Saturday 3 December 2022

Doctors of the Church The 33 Great Catholic Teachers - Father Jerome Bertram - The Catholic Truth Society

Doctors of the Church
The 33 Great Catholic Teachers
Father Jerome Bertram
ISBN 9781860827464
CTS Booklet B742

A few years ago, I stumbled across the books and booklets from the Catholic Truth Society quite by accident. I was researching an author I had run across, and was trying to track down all of her works. Soon I had a long lost of books from the CTS on my Wishlist, and it seems that for everyone I read I end up with 1 or 2 more on my wish list. At the writing of this review I have read over  325 titles from the CTS over the last 5 years and currently have almost 200 either in my ‘to be read’ pile or on my wish list still. I have read many in the CTS Biographies and also Saints of the Isles Series, and the Great Saints Series. This book based on the CTS Booklet number is part of the Biography series. It was published in 2011. Father Jerome Bertram has edited and written other volumes for the CTS. 

The description of this booklet is:

“The Doctors of the Church were saints who were devoted to the Word of God, eager to listen to the Holy Spirit, and to pass on to others what they had learned. Each memorable and influential figure is described in this intriguing booklet with a concise summary of their contribution to the Church and to the development of doctrine. Their preaching and writing continue to influence people today. Fr Jerome Bertram is a priest of the Oxford Oratory, a Fellow of the Society of Antiquaries, author of various books on historical subjects and translator of Medieval Latin texts.”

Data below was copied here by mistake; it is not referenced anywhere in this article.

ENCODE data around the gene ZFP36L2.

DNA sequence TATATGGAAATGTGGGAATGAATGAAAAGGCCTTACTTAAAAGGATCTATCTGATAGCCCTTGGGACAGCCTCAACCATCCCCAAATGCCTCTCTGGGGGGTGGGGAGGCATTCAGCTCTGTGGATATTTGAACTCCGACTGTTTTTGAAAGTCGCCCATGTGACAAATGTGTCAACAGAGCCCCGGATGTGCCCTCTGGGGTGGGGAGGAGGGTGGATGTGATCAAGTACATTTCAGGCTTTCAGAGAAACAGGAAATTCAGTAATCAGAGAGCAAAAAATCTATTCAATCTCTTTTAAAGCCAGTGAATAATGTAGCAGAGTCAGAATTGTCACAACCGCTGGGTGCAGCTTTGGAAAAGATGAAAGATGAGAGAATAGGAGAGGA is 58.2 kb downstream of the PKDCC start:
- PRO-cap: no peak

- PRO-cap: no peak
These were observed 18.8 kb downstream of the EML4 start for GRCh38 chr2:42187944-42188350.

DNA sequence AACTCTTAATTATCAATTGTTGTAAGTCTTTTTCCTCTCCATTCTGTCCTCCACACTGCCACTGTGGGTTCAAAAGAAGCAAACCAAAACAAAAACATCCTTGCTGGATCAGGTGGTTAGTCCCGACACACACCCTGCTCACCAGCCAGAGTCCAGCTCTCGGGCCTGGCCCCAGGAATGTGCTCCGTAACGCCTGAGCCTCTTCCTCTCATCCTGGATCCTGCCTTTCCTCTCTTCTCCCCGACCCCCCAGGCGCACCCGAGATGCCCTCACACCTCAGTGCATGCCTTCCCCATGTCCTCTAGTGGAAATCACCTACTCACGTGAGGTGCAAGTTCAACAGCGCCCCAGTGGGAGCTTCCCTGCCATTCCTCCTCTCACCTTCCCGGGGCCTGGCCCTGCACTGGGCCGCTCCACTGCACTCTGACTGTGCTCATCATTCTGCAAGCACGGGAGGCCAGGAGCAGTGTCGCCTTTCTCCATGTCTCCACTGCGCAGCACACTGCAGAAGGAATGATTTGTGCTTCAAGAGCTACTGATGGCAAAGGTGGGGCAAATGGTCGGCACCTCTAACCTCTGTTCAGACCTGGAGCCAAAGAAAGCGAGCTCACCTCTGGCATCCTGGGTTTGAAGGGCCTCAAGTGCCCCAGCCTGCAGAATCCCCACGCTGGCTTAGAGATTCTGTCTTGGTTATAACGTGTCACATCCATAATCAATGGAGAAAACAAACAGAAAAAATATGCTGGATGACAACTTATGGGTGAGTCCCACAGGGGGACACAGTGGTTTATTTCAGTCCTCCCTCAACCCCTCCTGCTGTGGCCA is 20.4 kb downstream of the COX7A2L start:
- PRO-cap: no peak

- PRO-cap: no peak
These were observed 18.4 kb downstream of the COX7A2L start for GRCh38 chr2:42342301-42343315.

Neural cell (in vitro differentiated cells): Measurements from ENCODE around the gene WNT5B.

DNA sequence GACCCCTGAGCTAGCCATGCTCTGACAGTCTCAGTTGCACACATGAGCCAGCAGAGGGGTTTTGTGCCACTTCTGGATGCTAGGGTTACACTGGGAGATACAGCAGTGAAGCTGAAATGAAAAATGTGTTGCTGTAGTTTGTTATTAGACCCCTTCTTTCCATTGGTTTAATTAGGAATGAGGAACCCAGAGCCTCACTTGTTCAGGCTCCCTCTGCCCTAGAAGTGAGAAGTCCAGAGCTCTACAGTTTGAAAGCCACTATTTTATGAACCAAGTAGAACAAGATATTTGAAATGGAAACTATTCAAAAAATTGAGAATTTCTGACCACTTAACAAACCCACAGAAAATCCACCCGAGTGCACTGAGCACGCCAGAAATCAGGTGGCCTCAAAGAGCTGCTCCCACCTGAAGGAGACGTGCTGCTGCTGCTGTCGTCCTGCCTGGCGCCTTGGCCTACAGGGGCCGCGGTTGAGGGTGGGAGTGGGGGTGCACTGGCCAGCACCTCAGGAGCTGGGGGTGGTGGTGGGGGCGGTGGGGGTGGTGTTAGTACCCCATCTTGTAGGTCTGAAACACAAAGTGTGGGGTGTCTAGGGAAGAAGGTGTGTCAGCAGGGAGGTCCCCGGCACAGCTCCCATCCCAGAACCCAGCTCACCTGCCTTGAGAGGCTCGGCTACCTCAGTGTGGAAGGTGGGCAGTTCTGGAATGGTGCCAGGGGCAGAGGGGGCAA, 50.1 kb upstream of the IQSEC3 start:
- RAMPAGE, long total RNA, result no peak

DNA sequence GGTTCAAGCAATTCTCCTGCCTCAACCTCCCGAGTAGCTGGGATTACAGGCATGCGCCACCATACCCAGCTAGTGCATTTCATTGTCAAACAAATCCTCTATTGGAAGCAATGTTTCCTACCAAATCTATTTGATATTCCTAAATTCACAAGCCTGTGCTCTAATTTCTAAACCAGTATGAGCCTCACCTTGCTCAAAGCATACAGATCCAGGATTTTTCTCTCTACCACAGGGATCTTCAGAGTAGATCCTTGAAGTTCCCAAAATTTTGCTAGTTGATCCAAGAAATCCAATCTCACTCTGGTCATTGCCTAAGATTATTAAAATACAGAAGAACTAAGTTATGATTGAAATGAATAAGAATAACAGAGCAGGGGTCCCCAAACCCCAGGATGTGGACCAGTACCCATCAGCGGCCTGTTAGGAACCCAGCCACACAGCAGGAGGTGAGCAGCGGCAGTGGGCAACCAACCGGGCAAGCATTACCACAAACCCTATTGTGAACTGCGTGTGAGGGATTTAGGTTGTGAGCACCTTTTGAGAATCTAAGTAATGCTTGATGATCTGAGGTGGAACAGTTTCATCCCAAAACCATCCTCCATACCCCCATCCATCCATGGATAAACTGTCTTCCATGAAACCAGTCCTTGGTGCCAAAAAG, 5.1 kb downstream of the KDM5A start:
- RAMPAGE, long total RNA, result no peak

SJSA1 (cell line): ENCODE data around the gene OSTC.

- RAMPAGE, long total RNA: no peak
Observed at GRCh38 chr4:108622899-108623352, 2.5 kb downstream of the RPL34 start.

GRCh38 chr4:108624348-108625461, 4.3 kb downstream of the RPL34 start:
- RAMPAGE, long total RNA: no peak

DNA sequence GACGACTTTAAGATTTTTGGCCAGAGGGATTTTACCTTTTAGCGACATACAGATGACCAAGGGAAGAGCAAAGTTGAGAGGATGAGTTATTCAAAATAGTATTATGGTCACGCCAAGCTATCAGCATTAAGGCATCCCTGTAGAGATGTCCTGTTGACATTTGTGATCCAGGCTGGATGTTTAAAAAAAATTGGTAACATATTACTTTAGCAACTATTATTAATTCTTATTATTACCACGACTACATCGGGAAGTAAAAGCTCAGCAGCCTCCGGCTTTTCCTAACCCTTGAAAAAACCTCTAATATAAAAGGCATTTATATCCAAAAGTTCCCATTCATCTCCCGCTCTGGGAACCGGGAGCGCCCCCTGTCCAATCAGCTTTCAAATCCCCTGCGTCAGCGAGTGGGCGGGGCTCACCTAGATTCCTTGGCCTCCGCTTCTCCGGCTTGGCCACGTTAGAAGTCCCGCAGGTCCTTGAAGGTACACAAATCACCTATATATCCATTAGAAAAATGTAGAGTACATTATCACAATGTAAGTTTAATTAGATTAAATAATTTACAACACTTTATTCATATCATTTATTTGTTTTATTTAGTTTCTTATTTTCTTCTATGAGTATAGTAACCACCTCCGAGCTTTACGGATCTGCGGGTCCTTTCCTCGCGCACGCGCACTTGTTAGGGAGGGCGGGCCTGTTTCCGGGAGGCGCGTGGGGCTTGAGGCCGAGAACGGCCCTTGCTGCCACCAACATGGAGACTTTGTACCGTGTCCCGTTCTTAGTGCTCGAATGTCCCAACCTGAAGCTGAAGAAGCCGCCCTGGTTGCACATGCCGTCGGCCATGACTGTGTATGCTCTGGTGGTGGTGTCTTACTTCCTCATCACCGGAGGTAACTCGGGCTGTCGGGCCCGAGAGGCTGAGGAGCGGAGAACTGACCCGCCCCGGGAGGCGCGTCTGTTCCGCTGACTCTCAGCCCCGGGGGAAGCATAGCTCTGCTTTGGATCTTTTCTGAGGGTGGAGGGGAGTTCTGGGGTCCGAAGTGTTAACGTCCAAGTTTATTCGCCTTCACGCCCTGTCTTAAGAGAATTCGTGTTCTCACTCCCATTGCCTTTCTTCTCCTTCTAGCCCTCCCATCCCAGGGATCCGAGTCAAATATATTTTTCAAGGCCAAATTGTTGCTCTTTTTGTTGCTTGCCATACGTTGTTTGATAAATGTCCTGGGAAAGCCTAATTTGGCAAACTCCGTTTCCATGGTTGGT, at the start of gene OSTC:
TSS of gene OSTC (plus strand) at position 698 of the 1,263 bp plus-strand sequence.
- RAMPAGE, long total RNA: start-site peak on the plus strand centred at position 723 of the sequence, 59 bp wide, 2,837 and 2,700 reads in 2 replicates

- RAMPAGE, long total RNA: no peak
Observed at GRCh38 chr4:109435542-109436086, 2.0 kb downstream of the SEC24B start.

The chapters and sections in the volume are:

What is a Doctor of the Church? 
The four Greek Doctors 
     Saint Athanasius (295-373) 
     Saint Basil the Great (330-379) 
     Saint Gregory Nazianzen (330-390) 
     Sa int John Chrysostom 
     The four Latin Doctors 
     Saint Ambrose (340-397) 
     Saint Jerome (345-420) 
     Saint Augustine (354-430) 
     Saint Gregory the Great (540-604)

The fathers of the first millennium 
     Sault Ephraem the Syrian (306-73) 
     Saint Hilary of Poitier (315-68) 
     Saint Cyril of Jerusalem (315-87) 
     Saint Cyril of Alexandria (376—444)
     Saint Leo the Great (390-461)
     Saint Peter Chrysologus (400-450)
     Saint Isidore of Seville (560-636) 
     Saint Bede of farrow (67 3-735) 
     Saint John Damascene (676-749) 

The scholars of the middle ages 
     Saint Peter Damian (1007-1072) 
     Saint Anselm of Canterbury (1033-1109) 
     Saint Bernard of Clairvaux (1090-1153) 
     Saint Anthony of Padua (1195-1231) 
     Saint Albert the Great (1206-1280) 
     Saint Bonaventure (1217-1274) 
     Saint Thomas Aquinas (1225-1274) 
     Saint Catherine of Siena (1347-1379) 

The early modern reformers 
     Saint Teresa of A vi la (1515-82) 
     Saint John of the Cross (1542-91) 
     Saint Peter Canisius (1521-97) 
     Saint Robert Bellarmine (1542-1621) 
     Saint Lawrence of Brindisi (1559-1622) 
     Saint Francis de Sales (1567-1622) 

Into the age of revolution 
     Saint Alphonsus de' Liguori (1696-1787) 
     Saint Therese of Lisieux (1873-97) 

Will there be more? 
Further Reading 

Before moving on to the text it should be noted that a few doctors have been promoted since the publication of this volume. They are:

     John of Ávila (1500-1569)
     Hildegard of Bingen (1098-1179)
     Gregory of Narek (951-1003)
     Irenaeus of Lyon (130-202)

This was a fantastic little volume. And I would love to see an updated version released by the CTS. I highlighted numerous passages while reading this booklet, some of them are: 

“Among the innumerable saints honoured, venerated or forgotten in the Western Church, there is a small band of outstanding teachers, no more than thirty three in two thousand years, who have been honoured with the title of “Doctor of the Church”. Since the Middle Ages it has been established that the title is conferred only by the Pope, in a public ceremony: more recently certain rules have been developed to help the Pope discern whether a particular saint is worthy of the title.”